The older you get, the more difficult does finding sleep become – a generality attested by experts. Just like babies tend to have sleeping issues, the elderly also face trouble sleeping (if not for the same reason). One of life’s mysteries has been whether ageing directly affects the sleeping cycle. A new study has attempted to explain this phenomenon by putting forward the argument that sleep patterns are disrupted as a consequence of loss of brain cells associated with the regulation of the sleep cycle.
From baby to adult to baby-like adult
Life is punctuated by transitions – everything is temporary here. The cycle of life itself is all about changing, remoulding and, returning to starting point. We start off as babies, unable to do anything on our own. Ultimately, many of us age so much that they return to being an older version of what they were during infancy: senility. While not everyone reaches that stage, ageing triggers somewhat of a reversal process: a downward progression where we are brought back to being weak. One of these aspects entails the sleeping cycle. With age, sleeping becomes more and more of a hassle.
Just like sleeping is an issue for babies, the same goes for old people. Experts have quantified the phenomenon as follows: a person above 70 years of age sleeps one hour less than someone in his 20s.
What is the mechanism behind the sleep problems of old people?
Scientists have not yet established the reasons, but a new study suggests that the degeneration of brain cells could be triggering the sleep difficulties.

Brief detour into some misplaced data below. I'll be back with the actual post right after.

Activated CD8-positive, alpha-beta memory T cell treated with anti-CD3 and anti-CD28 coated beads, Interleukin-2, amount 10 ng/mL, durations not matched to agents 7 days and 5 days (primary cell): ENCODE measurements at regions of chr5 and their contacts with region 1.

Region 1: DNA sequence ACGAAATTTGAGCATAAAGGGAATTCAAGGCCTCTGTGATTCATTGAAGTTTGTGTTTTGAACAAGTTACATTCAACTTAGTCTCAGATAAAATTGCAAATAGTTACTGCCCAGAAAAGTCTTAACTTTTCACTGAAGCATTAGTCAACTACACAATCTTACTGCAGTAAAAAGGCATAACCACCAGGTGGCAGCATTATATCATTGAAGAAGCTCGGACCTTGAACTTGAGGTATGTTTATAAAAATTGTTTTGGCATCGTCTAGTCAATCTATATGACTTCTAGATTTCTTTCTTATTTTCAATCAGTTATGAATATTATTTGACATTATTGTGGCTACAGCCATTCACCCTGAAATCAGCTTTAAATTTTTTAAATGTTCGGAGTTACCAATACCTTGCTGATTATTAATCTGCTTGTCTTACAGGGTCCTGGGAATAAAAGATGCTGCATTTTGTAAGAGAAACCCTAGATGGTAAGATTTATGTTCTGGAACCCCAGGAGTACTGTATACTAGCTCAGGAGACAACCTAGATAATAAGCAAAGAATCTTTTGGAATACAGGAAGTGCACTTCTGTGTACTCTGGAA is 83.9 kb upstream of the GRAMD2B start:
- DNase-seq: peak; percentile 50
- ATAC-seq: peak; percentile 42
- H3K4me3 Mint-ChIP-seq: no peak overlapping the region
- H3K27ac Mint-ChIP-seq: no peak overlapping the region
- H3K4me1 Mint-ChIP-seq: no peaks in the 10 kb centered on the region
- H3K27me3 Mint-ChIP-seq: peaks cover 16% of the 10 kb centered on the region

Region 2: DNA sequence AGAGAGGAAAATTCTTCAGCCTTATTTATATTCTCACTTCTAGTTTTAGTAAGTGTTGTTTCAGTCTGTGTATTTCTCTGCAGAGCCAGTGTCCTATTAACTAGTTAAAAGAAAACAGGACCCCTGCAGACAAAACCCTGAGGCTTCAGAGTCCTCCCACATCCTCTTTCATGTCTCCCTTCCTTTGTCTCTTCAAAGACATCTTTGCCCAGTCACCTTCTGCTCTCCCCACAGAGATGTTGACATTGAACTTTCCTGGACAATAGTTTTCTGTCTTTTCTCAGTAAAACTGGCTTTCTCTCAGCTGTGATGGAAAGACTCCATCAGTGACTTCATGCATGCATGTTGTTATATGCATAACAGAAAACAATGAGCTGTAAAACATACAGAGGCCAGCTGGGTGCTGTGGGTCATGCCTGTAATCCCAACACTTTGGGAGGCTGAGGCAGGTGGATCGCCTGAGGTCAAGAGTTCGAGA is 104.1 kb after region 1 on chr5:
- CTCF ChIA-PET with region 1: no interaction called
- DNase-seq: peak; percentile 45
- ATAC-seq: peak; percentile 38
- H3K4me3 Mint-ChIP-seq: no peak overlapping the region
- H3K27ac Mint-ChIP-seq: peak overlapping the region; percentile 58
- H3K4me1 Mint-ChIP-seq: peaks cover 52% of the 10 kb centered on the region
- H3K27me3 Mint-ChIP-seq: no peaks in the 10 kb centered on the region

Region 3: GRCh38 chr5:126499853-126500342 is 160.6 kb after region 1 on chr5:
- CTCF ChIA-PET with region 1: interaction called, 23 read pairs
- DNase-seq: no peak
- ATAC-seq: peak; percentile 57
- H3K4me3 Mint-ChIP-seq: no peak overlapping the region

The Experiment: Loss of Ventrolateral Preoptic Neurones
The researchers of the new study interpreted the results of their experiment to mean that the complications associated with sleep and old age could be caused by the loss of brain cells. The study involved 1000 elderly people who were 65 years old when they were registered as participants for the research back in 1997 – since then, they have been followed by the researchers until their death.
The participants were to wear a movement-tracking device on their wrists for 7 to 10 days every 2 years. One of the observations made was that older subjects as well as those affected by Alzheimer’s disease would undergo a loss of neurones at a more rapid rate; more particularly, the ventrolateral preoptic neurones were the ones declining in function. These neurones are known to regulate the patterns of sleep. The scientists therefore concluded that sleeping problems crop up as a consequence of the loss of the neurones responsible for normalising sleep – as one loses more of these nerve cells, one finds it more and more difficult to sleep.